Harrowing Of Hell
January 15, 2023

Let Us Walk Humbly With Our God

The Rev. Joseph Constant

Let us pray: In the name of the one God, Father, Son, and Holy Spirit. Amen.

In the passage from Exodus, the Lord said to Moses, “I have observed the misery of my people who are in Egypt; I have heard their cry on account of their taskmasters. Indeed, I know their sufferings, and I have come down to deliver them from the Egyptians.”

The first three chapters of Exodus describe the oppression of the Jewish people. God’s people were living in misery amidst slavery and repression. God’s children were humiliated and forced into hard labor. It is from that place that God raised Moses, a leader and liberator.  The oppression of Moses’ fellow Israelites led Moses to act.  He couldn’t just stand and watch injustice happen right in front of him.

Exodus chapter 3 starts with the burning bush.  Moses sees a bush immersed in flames, but it is not consumed by the fire. (3:1-3) Then, God speaks to Moses from the burning bush telling him to deliver his people from Pharaoh.  Moses resisted the call at first asking, “Who am I that I should go to Pharaoh, and bring the Israelites out of Egypt?” God said, “I will be with you.”  With God’s words in his heart, Moses went through a long process to liberate God’s children from Egypt.

God asked Moses to take political action.  It is a political action when you try to free yourself from a situation of misery and oppression. It is a political action when you advocate for justice  and strive to build a just society.  What is striking about this story is that it has been repeated countless times over countless centuries when humanity rises up against forces of oppression.  We’ve witnessed this in our own lifetimes through the life and ministry of Dr. Martin Luther King whose birthday we celebrate today.

Dr. King viewed humanity through a wide angle lens seeing all of us as interdependent regardless of where we live in the world.   Dr. King said, “As long as there is poverty in the world I can never be rich, even if I have a billion dollars. As long as diseases are rampant and millions of people in this world cannot expect to live more than twenty-eight or thirty years, I can never be totally healthy even if I just got a good checkup at Mayo Clinic. I can never be what I ought to be until you are what you ought to be. This is the way our world is made. No individual or nation can stand out boasting of being independent. We are interdependent.”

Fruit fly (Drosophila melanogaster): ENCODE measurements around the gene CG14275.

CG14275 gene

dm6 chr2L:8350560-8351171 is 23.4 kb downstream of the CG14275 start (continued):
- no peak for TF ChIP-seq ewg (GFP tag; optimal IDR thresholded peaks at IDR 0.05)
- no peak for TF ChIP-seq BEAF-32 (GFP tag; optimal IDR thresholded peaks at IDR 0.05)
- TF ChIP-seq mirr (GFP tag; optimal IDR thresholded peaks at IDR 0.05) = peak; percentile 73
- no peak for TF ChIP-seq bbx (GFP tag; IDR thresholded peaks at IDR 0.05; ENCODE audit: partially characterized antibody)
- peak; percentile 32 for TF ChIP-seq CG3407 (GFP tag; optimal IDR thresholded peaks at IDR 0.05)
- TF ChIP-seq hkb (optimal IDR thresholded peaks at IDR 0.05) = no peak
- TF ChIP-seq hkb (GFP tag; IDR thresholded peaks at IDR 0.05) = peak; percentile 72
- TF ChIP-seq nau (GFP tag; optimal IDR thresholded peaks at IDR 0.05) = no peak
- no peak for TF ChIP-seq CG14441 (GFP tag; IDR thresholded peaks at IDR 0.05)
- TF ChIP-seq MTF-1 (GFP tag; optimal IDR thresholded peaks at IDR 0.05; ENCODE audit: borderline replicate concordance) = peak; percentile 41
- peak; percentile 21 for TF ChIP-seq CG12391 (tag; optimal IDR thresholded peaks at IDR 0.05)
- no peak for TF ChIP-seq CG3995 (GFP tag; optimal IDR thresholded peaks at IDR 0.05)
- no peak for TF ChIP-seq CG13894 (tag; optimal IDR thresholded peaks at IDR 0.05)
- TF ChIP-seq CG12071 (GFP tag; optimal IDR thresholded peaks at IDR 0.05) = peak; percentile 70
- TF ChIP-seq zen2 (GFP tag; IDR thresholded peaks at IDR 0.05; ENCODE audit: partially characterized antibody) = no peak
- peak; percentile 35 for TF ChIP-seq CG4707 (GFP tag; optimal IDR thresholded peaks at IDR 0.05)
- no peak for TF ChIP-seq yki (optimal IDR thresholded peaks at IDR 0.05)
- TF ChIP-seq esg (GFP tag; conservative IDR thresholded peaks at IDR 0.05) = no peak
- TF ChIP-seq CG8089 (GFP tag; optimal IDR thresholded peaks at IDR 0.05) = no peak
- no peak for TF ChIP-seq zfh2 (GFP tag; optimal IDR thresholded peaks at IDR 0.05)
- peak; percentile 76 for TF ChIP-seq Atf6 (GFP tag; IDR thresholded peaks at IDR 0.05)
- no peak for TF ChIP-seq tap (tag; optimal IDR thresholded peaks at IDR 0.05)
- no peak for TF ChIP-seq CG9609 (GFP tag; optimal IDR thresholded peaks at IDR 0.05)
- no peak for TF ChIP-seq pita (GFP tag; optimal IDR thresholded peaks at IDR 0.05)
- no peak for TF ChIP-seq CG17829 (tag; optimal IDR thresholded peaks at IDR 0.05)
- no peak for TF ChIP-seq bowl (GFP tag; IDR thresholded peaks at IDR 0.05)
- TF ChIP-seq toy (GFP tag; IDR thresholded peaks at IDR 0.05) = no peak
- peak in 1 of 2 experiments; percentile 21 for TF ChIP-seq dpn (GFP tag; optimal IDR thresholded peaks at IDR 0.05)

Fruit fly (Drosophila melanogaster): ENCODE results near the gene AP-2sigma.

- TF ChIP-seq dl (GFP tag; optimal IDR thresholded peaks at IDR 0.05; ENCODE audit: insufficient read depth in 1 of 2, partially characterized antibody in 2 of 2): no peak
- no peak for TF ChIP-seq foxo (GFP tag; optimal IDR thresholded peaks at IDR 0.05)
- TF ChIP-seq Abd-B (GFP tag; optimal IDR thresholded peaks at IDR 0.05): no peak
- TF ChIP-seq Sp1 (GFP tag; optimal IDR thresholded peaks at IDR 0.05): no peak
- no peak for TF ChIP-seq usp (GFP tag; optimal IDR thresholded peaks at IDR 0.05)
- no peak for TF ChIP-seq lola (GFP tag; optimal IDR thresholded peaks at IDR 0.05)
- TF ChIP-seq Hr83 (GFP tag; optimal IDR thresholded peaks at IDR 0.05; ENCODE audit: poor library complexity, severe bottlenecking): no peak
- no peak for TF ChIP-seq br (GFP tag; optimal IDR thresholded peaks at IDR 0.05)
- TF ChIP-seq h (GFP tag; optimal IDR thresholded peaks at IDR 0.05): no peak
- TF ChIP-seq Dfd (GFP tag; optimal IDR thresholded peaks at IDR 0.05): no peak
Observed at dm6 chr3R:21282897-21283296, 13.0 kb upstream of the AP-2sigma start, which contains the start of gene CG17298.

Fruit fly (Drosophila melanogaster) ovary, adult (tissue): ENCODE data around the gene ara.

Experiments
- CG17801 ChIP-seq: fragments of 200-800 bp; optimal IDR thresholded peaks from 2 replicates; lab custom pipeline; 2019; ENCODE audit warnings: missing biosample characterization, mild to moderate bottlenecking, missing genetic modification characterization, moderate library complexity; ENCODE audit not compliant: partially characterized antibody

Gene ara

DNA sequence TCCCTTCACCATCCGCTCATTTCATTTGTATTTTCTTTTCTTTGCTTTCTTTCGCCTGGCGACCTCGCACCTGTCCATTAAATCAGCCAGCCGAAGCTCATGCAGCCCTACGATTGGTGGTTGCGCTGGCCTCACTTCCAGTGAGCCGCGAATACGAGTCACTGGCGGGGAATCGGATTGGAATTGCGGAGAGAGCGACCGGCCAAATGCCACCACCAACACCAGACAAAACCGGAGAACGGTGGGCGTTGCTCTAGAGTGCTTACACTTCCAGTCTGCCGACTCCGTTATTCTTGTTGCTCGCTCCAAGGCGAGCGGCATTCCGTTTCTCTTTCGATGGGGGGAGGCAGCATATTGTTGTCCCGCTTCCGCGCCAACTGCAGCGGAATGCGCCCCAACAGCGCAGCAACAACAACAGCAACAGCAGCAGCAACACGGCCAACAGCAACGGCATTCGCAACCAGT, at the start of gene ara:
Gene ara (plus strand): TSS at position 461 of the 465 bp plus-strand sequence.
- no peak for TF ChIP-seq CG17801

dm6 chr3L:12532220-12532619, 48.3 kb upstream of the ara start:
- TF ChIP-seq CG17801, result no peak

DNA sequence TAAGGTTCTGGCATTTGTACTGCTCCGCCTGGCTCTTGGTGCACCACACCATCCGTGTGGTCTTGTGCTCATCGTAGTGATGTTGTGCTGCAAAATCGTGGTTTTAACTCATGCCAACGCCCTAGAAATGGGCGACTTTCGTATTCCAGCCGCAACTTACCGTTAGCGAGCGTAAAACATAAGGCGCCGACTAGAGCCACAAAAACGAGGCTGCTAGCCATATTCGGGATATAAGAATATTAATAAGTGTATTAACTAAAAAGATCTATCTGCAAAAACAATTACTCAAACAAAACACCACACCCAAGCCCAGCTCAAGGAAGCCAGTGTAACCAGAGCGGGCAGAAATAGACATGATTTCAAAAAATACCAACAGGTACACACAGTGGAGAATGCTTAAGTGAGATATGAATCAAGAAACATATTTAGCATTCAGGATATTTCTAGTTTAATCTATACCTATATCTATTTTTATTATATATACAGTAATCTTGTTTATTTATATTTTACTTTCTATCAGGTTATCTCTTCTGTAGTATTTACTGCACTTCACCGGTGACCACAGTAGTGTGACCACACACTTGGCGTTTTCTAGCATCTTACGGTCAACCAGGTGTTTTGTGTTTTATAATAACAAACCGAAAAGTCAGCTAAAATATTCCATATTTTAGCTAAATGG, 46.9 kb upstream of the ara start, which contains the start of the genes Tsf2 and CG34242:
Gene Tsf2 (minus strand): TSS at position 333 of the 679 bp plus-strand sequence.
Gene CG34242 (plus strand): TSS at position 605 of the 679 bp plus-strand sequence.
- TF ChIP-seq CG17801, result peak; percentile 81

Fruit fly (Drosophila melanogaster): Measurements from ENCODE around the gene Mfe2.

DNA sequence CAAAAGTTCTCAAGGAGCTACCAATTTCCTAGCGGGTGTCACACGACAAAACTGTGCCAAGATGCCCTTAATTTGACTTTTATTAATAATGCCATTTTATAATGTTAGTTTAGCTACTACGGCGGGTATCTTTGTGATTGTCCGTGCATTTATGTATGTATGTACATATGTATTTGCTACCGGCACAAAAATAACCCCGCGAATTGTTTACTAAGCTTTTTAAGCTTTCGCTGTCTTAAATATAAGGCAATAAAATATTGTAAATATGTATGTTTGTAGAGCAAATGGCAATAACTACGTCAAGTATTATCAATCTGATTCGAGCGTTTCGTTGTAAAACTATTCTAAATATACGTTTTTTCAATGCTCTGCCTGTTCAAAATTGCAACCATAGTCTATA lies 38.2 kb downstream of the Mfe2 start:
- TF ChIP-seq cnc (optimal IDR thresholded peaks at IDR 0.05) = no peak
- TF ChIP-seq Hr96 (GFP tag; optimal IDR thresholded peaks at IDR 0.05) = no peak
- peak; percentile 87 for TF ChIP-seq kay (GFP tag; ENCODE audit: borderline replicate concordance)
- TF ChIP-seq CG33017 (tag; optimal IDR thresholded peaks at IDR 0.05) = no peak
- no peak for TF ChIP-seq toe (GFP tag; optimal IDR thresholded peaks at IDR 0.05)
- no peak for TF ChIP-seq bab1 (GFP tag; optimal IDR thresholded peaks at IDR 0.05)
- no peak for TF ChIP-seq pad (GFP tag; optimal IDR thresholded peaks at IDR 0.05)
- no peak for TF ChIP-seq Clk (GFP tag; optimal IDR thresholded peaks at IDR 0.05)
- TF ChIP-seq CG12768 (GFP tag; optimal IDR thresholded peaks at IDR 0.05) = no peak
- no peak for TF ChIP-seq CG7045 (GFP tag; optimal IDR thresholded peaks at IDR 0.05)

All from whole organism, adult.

I ask you to think for a moment as we contrast our affluence here in America with the poverty of Haiti, considered as the poorest country in the western hemisphere.  Divided as we are in wealth and resources, we have a shared interdependent humanity. 

The organization I represent is the Haiti Micah Project founded in 2005 to serve orphaned and at-risk children living in Mirebalais, Haiti. Sometimes referred to as “street children”, these children are among the poorest of the poor.  They lack adequate food, clothing and shelter and are often unloved and uncared for. 

The Haiti Micah Project’s name and mission are derived from the Old Testament book of Micah.  In chapter 6 verse 8, the prophet Micah begs the question, “He has told you, O Mortal, what is good and what does the Lord require of you, to do justice, to love kindness and to walk humbly with your God.” Our ministry in Haiti is about bringing love, justice, and healing to God’s children living in extreme poverty. 

Our work is simple in concept, but hard to carry out.  We feed the hungry, clothe the naked, shelter the homeless, and love the unloved.   Working with a dedicated staff of 25 Haitians, we run a feeding program serving hundreds; we have a home for orphans and abandoned children; we provide educational stipends in a country where there is no free public education.   We see the success of our endeavors in the faces of the children.